Degree Type


Date of Award


Degree Name

Master of Science


Food Science and Human Nutrition

First Advisor

Aubrey F. Mendonca


The purpose of this investigation was to examine the viability of Listeria monocytogenes Scott A NADC 2045 that endured selected environmental stresses and were then subsequently exposed to freeze-thaw cycles or high hydrostatic pressure. The environmental stresses investigated in relation to freeze-thaw cycle survival include acid shock (HCl, pH 4.0-6.0), alkali shock (NaOH, pH 8.0-11.0), ethanol shock (2.0% -0.5%), oxidative shock (H2O2, 50-500ppm), and acid adaptation. All shock stresses were applied to exponential phase cells whereas non-stressed exponential phase cells served as a control. Freeze-thaw cycles involved freezing at -18yC for 24 h and thawing at 30yC for 7 min. Injury evaluation for all freeze-thaw treatments were performed by comparing colony counts of the pathogen on tryptic soy agar supplemented with 0.6% yeast extract (TSAYE) to counts on modified oxford agar (MOX). All samples were serially diluted (10-fold) in Buffered Peptone Water (BPW) and surface-plated on appropriate agar media. Inoculated agar plates were incubated at 35yC and bacterial colonies were counted at 72 h. Starvation of washed stationary phase cells in physiological saline (0.85% (w/v) NaCl) over 12 days was examined at 2-day intervals for viability and resistance to high hydrostatic pressure. Starvation preparation involved the static growth of L. monocytogenes in tryptic soy broth supplemented with 0.6% yeast extract (TSBYE) and washing these cells twice in 0.85% NaCl. Cells were then suspended in fresh physiological saline and held at 25yC during the starvation period. Pressurization at 400 MPa from 1 to 75 s was achieved using the Food Lab High-Pressure Food Processor (Stansted Fluid Power Ltd, Essex, U.K.). Viability of pressurized L. monocytogenes was examined after serial dilution in 0.1% peptone and plating on TSAYE followed by incubation of 35yC for 48 h. Control cultures were non-starved stationary phase cells. Results for the freeze-thaw cycles and environmental stresses indicate no statistically significance difference in freeze resistance or injury of the stressed pathogen compared to the control. When examining controls, there was a decrease in viability after 1 cycle of 0.5 log CFU/ml and 0.74 log CFU/ml after 4 cycles. This decrease occurred irrespective of any prior environmental stress tested. No statistically significant freeze-thaw injury was found among cells that endured prior stresses or in freeze-thaw treated cells compared to control cells. For starved L. monocytogenes, approximately a 2 log CFU/ml decrease was seen in viability after 2 days of starvation. Viability remained stable for the remaining 10 days. Maximum D-values (at 400 MPa) of 19.88 s, 18.6 s and 18.5 s were observed after 8, 6, and 10 days of starvation, respectively. D-value (at 400 MPa) of the control was 11.85 s. Overall significance of freeze-thaw results for the food industry is that freeze-thaw resistance of L. monocytogenes does not seem to be affected by certain prior environmental stresses on this pathogen. Reductions after 4 freeze-thaw cycles in the controls were 0.74 Log CFU/ml, which represented a significant decrease in viability. Based on the results of the present study, the exposure of L. monocytogenes Scott A to certain environmental stresses does not increase the resistance of this organism to freeze-thaw cycles. Also, starved L. monocytogenes cells developed a higher resistance to high pressure processing compared to non-starved cells. The increased high pressure resistance of starved L. monocytogenes should be considered when aiming to design safe food processing protocols involving high hydrostatic pressure technology.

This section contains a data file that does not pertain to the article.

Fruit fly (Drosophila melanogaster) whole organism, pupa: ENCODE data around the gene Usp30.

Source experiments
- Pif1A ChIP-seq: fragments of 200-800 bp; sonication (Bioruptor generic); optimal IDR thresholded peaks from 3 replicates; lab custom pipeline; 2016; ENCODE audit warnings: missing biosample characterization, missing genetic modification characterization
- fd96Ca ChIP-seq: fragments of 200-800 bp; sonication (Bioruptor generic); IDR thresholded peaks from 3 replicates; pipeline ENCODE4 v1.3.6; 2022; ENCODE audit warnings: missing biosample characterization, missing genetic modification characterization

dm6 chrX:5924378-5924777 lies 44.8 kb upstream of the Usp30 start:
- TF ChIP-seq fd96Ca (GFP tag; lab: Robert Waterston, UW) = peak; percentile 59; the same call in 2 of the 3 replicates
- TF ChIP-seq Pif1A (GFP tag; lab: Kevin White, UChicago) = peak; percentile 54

Copyright Owner

Devin Kirk Dutilly



Date Available


File Format


File Size

137 pages

Included in

Nutrition Commons